They had no power or telephone in the house. Candles, kerosene lamps and wood stoves had to suffice. Manuka was cut down for kindling.
Mr Lovelock said he used to hike five kilometres to the Eureka store if there was some emergency at home. He also collected the mail from the post office for the six families living near the station then. 
They were friendly with the railway folk-their closest neighbours. The porters at the station often came over in the evenings for a game of cards.
The depression years were a grim time for the family. They had to mortgage their farm and Mr Francis Burley eventually took over the property in the thirties. Part of the land was sold to Mr Mervyn Buckley, while the remainder was bought by William Saunders in 1951. Maber Lands acquired the Saunders property in the sixties and the land was later subdivided and sold off in small lots. Some of the old railway houses were purchased by Maber Lands and placed on the property for use by sharemilkers. Most of them were pulled down later.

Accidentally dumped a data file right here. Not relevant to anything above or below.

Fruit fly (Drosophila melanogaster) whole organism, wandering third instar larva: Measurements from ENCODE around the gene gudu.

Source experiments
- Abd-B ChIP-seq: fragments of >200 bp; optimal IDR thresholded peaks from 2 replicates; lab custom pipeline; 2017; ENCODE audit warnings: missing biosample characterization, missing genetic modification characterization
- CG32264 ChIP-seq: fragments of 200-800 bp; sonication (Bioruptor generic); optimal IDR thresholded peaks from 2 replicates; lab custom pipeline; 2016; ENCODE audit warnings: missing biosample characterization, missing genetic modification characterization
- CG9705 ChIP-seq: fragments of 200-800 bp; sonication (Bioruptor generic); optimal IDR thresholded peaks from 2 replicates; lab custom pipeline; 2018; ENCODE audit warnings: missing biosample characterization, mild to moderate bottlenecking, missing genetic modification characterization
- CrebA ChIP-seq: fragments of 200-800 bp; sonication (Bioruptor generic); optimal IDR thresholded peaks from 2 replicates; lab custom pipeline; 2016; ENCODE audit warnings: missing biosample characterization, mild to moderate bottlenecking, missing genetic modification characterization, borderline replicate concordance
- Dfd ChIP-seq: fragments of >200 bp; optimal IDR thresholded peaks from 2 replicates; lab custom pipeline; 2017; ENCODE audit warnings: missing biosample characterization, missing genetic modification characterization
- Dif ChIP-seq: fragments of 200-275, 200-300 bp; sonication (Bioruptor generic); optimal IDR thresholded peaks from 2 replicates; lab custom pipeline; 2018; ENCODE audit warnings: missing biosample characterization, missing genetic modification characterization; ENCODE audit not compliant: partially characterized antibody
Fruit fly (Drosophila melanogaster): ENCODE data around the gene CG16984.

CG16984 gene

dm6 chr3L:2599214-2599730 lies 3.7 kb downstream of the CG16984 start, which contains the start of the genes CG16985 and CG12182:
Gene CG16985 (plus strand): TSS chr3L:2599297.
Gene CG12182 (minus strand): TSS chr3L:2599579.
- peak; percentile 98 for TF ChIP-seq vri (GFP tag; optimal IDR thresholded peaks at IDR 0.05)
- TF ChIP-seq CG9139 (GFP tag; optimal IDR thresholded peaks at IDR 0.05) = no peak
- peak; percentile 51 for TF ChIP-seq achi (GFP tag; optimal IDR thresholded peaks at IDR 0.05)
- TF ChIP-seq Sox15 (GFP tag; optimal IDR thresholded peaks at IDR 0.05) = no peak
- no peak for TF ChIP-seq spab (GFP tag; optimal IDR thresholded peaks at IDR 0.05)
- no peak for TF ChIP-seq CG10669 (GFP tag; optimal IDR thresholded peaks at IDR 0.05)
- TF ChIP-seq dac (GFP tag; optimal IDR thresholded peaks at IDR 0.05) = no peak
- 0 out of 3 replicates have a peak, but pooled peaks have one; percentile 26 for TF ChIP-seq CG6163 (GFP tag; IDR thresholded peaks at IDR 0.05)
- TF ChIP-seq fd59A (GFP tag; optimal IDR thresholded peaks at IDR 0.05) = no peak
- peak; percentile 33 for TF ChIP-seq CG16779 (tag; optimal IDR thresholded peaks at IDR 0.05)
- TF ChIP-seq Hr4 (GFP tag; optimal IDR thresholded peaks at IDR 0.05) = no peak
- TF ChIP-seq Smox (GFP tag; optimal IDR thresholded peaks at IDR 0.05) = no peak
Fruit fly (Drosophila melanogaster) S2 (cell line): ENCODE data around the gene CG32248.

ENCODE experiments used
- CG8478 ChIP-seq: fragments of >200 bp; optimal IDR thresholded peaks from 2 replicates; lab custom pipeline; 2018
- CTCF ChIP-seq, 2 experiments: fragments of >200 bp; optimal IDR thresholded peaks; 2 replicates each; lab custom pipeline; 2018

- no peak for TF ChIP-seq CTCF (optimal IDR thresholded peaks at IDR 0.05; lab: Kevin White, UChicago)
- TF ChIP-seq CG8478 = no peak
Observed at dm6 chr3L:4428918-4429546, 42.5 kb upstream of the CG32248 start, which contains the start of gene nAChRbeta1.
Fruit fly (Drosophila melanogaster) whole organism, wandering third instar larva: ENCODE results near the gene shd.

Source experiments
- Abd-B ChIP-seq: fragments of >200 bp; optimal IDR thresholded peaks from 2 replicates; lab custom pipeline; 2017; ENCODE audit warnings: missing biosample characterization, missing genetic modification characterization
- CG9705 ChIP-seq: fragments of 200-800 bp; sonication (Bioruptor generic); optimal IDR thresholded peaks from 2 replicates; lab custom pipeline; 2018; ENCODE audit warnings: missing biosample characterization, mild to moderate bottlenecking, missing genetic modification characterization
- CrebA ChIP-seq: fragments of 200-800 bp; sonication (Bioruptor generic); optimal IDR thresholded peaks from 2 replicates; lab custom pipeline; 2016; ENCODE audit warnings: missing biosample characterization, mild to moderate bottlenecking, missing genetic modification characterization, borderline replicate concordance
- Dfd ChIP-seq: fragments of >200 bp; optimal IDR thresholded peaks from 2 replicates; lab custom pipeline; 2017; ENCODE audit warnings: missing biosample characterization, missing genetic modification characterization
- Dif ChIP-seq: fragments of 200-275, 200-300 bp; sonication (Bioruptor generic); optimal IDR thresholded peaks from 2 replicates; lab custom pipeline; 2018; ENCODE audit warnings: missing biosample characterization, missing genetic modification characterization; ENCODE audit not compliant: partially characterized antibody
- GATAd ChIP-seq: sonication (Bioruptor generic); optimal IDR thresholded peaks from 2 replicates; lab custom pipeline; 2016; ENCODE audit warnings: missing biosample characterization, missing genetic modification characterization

The Buckley family moved to the northwest corner of the Islands. By 1946 they owned 284 hectares. 
"Everything that was not hard country grew nothing but tall tea-tree and there were millions of rabbits," recalled Mr Claude Buckley. The Buckley family still resides on Waverley Islands. 
 One tiny plot of land, Chinaman's Hill, was in good pasture then. It had previously been leased to a Chinese man for twelve months. Part of his contract had been to sow it in pasture while he grew vegetables there.